4 Things to Know About Capital Gains Tax Before Selling Your Home
For many people, selling a home is a great way to yield a tidy profit. The IRS generally taxes profits, also referred to as capital gains, although it depends on the type and the amount. As such, it is normal for sellers to wonder if they will have to pay capital gains tax on their home sale. While there is a method to exclude some or all gains, not everyone qualifies for the total amount. If you're planning on selling your home, it's imperative to understand the ins and outs of capital gains tax in order to limit your tax liability and keep as much of the profits as possible.
What Counts as Capital Gains?
The most basic definition of capital gains is the difference between the original purchase price and the sale price. If a homeowner buys a home for $300,000 and sells it for $400,000 five years later, the capital gain is $100,000.
The adjusted cost basis is the total amount a seller can exclude from a home sale to determine capital gain tax liability. The adjusted cost basis is the amount paid for the home plus other expenses the homeowner incurred to buy and improve the home. Keep in mind that this figure does not consider other deductions sellers might make the year they sell the home or the tax exclusions available when selling a primary residence.
Can Sellers Exclude Capital Gains From Their Tax Liability?
People who are selling a primary residence may be able to exclude some or all capital gains from their tax liability. The IRS allows exclusion of up to $250,000 for single filers and up to $500,000 for those married or filing jointly.
There will be a tax liability for all sellers who don't use the home as a primary residence, but sellers who bought the property as a primary residence and turned it into a rental property can still qualify for the exclusion as long as they resided in the home for at least two years during ownership. Capital gains on properties sold within a year of purchase are taxed like regular income, as is usually the case with fix-and-flip investors, while long-term capital gains have a tax rate of 15–20%.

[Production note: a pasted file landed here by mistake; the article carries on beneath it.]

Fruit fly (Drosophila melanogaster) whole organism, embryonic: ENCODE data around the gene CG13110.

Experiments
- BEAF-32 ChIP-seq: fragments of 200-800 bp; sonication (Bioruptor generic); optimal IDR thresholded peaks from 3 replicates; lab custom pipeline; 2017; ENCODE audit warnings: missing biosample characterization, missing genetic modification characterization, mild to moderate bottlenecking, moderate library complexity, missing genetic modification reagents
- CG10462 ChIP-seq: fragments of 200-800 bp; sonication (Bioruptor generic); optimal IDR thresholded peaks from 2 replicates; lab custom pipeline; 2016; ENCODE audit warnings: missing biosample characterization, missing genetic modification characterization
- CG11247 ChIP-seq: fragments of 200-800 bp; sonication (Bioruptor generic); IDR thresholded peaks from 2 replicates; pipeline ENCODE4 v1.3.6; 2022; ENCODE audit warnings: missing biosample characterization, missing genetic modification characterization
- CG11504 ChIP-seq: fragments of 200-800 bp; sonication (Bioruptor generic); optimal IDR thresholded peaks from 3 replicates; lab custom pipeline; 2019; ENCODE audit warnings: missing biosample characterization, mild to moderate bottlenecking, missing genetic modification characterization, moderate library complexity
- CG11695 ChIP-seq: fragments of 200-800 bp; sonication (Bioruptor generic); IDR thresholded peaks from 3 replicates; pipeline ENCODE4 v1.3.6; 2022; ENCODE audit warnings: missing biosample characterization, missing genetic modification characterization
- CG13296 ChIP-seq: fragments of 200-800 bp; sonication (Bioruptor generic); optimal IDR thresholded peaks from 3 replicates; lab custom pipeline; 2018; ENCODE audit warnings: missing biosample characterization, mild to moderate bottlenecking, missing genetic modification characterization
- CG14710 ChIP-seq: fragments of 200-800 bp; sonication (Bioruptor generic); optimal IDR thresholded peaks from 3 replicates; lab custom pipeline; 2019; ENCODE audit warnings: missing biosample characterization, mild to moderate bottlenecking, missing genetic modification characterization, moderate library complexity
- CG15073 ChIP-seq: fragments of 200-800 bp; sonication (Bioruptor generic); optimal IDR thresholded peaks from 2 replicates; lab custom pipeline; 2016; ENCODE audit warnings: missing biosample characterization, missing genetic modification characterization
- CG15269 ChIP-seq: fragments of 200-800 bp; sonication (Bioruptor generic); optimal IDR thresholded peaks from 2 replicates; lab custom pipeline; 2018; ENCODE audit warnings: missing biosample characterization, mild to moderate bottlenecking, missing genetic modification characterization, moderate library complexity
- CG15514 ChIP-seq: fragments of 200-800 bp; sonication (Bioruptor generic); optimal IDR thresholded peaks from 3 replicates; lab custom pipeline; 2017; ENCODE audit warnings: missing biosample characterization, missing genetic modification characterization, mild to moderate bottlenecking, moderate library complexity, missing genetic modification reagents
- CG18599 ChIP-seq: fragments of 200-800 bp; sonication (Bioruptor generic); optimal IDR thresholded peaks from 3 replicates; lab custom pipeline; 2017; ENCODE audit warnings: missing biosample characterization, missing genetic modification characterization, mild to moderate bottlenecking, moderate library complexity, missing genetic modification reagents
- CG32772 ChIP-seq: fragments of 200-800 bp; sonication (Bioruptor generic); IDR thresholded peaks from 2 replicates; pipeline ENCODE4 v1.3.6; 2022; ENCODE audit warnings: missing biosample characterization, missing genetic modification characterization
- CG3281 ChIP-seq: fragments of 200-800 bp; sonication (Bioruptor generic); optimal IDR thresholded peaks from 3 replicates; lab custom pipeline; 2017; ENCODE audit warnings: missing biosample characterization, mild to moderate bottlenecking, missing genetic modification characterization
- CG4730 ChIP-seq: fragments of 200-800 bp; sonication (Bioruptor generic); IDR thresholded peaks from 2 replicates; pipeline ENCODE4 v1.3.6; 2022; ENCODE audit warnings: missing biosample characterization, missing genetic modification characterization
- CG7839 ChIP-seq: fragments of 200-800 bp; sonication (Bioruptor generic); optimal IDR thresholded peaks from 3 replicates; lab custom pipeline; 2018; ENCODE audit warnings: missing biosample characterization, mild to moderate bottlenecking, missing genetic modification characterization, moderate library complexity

How Can Sellers Qualify for the Exclusion?
As a general rule, sellers who lived in the home as a primary residence for two out of the past five years will be able to claim the exemption. The IRS allows sellers to meet this two-part requirement separately within five years of the sale. For example, if a person buys an investment property, converts it into a primary residence two years later, and then sells it three years after that, they may qualify for the complete exclusion.
There are a couple of reasons sellers might not qualify for the full exclusion, even if the property is a primary residence. Selling the home less than two years after claiming an exclusion for another property and not using the home as a primary residence for two of the most recent five years are two examples. Sellers might qualify for partial exclusions depending on the reasons for the move. For instance, special considerations are given for military personnel and those moving for health reasons.
Is It Possible to Change the Capital Gains Before Selling?
Sellers facing tax liability for capital gains should consider adjusting the cost basis, which would lower the total capital gains. The adjusted cost basis is essentially the amount of money you put into the home, including the purchase price. There are a few ways that sellers can change the basis, but the most common one is through capital improvements, such as:
- Roof replacement
- Siding upgrades
- Home additions
- Kitchen and bathroom renovations
Regular home improvement costs usually increase the cost basis if they are still part of the property at the time of sale. Generally, improvements paid by insurance as part of a claim do not increase the basis.
Navigating the Capital Gains Tax
Planning for capital gains tax is something that all sellers should consider, especially if they do not qualify for the exclusion. By educating themselves and following these rules, sellers can maximize the take-home proceeds from their home sale.